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How Accurate is Phil the Groundhog?

Snow in Rockafield Cemetery | Photo by Jessica Fugett | The Wright State Guardian

Snow covered grounds | Photo by Jessica Fugett | The Wright State Guardian


Groundhog Day is an American holiday that has been celebrated since 1887, and each year Phil the Groundhog is summoned in Pennsylvania to help determine whether or not the United States will have an early spring or six more weeks of winter. In recent years, however, the accuracy of Phil’s prediction has been a topic of discussion among his followers.  

History of Groundhog Day  

The origins of Groundhog Day are a twist on an ancient Christian holiday called Candlemas, where clergy would bless candles needed to help the community survive the winter months.  

“The candles represented how long and cold the winter would be. Germans expanded on this concept by selecting an animal—the hedgehog—as a means of predicting weather,” the History.Com Editing Team said in a recent This Day in History article.  

Once Germans began to immigrate to America, the tradition was modified to incorporate groundhogs instead of hedgehogs due to their large population. Groundhogs tend to hibernate from late fall through early spring, but the males briefly break hibernation in early February to search for a mate before returning underground for another month or so.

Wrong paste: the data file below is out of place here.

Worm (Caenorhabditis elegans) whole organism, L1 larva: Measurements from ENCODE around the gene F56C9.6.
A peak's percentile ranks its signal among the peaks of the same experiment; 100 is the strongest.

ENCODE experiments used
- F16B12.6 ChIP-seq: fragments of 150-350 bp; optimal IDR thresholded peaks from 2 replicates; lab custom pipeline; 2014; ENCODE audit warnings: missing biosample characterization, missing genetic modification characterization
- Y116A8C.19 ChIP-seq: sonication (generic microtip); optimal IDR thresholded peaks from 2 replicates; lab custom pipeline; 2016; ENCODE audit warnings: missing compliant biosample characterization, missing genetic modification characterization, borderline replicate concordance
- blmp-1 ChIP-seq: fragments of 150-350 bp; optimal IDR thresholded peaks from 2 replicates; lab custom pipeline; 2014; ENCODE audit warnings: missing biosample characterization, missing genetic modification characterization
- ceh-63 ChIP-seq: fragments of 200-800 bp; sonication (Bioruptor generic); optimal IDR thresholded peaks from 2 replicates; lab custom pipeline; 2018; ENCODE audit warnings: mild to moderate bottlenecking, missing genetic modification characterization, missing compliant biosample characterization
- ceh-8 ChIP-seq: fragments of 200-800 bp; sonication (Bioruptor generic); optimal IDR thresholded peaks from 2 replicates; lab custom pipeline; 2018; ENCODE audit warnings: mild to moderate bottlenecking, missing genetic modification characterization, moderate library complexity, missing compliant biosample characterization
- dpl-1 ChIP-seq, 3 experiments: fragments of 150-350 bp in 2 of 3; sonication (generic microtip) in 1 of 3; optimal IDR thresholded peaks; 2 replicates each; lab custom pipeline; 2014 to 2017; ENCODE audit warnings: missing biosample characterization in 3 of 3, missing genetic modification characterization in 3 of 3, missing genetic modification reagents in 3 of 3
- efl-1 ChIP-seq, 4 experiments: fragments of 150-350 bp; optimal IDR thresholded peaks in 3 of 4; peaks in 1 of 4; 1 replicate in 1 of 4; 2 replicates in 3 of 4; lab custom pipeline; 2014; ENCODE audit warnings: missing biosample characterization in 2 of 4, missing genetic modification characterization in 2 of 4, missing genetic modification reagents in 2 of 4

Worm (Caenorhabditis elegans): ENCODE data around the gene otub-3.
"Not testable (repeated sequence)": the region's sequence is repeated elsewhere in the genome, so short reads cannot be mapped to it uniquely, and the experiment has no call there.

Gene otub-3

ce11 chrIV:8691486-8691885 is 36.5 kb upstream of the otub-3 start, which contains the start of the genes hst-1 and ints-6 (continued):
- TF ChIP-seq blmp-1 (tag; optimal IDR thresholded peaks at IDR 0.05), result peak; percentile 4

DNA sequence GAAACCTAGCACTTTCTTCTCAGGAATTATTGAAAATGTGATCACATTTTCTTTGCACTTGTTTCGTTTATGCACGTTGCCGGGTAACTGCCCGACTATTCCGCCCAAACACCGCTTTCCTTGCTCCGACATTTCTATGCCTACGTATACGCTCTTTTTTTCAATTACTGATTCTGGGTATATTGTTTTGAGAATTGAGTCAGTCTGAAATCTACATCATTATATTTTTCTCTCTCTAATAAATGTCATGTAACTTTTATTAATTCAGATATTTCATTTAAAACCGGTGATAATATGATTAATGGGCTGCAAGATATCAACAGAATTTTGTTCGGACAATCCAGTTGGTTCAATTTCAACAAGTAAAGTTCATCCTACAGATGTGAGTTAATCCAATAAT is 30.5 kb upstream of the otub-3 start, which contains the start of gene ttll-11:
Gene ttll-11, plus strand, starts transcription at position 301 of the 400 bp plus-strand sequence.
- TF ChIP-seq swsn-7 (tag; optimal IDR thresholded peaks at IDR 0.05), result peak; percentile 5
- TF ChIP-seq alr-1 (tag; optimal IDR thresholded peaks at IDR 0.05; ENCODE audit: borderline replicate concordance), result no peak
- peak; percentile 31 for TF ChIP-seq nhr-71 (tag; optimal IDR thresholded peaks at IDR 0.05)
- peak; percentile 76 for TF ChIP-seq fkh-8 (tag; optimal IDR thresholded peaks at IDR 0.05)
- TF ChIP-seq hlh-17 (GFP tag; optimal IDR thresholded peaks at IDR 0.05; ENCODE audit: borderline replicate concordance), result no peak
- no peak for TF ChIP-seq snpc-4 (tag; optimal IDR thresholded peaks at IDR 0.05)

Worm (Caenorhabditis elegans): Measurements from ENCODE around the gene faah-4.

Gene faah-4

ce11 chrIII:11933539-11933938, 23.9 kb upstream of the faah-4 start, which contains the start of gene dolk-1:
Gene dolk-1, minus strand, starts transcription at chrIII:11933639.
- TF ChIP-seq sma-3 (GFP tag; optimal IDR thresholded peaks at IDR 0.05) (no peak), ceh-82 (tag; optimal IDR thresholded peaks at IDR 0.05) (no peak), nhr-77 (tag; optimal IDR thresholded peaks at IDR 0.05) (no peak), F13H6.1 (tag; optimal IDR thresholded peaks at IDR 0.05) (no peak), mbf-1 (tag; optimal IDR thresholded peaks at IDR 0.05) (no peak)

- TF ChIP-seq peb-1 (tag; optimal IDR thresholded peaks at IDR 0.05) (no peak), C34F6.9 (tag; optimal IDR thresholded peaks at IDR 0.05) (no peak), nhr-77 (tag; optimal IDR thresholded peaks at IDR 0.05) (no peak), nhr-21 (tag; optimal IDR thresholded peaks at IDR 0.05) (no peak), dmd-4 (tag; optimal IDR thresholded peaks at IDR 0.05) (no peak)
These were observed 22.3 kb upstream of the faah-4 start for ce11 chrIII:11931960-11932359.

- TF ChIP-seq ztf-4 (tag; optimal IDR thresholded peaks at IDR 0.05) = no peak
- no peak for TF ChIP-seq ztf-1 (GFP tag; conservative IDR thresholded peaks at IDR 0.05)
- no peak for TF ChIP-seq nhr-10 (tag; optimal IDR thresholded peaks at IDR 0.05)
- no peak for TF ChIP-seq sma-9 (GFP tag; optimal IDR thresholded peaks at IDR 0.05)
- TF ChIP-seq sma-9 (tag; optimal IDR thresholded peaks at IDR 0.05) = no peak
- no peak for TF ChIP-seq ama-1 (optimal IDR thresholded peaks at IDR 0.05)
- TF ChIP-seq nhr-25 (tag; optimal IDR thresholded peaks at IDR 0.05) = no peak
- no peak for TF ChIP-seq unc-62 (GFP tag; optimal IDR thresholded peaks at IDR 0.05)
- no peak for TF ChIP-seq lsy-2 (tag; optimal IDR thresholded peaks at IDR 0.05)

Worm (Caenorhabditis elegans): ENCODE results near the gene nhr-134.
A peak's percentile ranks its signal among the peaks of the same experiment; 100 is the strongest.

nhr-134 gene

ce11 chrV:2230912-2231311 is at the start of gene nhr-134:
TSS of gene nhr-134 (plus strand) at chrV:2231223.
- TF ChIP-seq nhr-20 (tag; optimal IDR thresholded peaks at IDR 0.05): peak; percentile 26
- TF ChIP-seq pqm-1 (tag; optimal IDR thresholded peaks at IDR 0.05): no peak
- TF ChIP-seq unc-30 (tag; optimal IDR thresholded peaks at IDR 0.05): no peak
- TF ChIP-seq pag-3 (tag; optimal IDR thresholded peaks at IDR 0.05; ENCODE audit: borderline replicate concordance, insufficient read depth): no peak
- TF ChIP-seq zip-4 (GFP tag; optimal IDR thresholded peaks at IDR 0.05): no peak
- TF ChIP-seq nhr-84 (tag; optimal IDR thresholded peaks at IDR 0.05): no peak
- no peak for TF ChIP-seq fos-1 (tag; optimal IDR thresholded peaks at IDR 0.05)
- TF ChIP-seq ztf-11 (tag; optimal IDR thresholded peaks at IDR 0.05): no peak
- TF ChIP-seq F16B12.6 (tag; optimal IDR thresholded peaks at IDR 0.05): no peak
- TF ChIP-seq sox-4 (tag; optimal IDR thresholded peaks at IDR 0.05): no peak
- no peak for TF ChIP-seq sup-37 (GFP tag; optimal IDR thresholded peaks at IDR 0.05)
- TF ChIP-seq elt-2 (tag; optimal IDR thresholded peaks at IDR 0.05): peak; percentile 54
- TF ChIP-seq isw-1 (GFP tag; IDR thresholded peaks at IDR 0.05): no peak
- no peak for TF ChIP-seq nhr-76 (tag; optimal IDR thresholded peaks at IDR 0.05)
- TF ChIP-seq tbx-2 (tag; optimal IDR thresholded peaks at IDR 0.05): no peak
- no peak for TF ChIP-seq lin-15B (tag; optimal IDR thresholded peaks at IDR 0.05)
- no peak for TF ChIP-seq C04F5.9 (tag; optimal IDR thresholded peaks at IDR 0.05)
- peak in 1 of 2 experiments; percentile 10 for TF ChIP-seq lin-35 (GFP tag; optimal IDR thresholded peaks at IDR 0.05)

The American tradition began in Punxsutawney, PA in 1887, so a local newspaper nicknamed the weather-predicting groundhog Phil, and 134 years later Phil is still predicting the weather based on his shadow.  

Phil’s accuracy 

Every Feb. 2, Phil’s shadow (or lack thereof) is used to determine when the United States will start their spring season. If Phil sees his shadow, then winter will continue for six more weeks. When Phil does not see his shadow, an early spring is predicted to occur.  

“Data from the Stormfax Almanac’s data shows that Phil’s six-week prognostications have been correct about 39% of the time,” the Live Science Staff said in a recent article.  

Other calculations have surfaced showing that in the last few years showing that, although Phil’s accuracy may not be the greatest, it has improved in recent years. In fact, shortly after Phil predicted that there would be six more weeks of winter this year, the majority of the United States was hit with a massive winter storm that left millions without electricity, heat and clean water for several days.  

Despite the lack of accuracy in Phil’s shadow, the tradition of Groundhog Day continues on, but his predictions are taken lightly.  


Kaitlyn Chrosniak

News Reporter

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